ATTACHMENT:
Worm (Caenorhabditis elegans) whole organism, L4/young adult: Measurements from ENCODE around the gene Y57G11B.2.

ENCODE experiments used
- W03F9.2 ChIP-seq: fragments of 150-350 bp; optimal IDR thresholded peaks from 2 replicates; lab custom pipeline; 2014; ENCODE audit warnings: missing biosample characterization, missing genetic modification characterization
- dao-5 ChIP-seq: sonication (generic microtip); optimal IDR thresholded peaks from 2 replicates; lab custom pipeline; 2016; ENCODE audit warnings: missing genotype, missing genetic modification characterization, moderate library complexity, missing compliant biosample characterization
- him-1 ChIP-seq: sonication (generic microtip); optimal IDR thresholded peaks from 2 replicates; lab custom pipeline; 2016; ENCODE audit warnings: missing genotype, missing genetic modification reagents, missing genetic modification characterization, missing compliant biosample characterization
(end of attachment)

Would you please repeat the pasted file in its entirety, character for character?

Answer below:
Worm (Caenorhabditis elegans) whole organism, L4/young adult: Measurements from ENCODE around the gene Y57G11B.2.

ENCODE experiments used
- W03F9.2 ChIP-seq: fragments of 150-350 bp; optimal IDR thresholded peaks from 2 replicates; lab custom pipeline; 2014; ENCODE audit warnings: missing biosample characterization, missing genetic modification characterization
- dao-5 ChIP-seq: sonication (generic microtip); optimal IDR thresholded peaks from 2 replicates; lab custom pipeline; 2016; ENCODE audit warnings: missing genotype, missing genetic modification characterization, moderate library complexity, missing compliant biosample characterization
- him-1 ChIP-seq: sonication (generic microtip); optimal IDR thresholded peaks from 2 replicates; lab custom pipeline; 2016; ENCODE audit warnings: missing genotype, missing genetic modification reagents, missing genetic modification characterization, missing compliant biosample characterization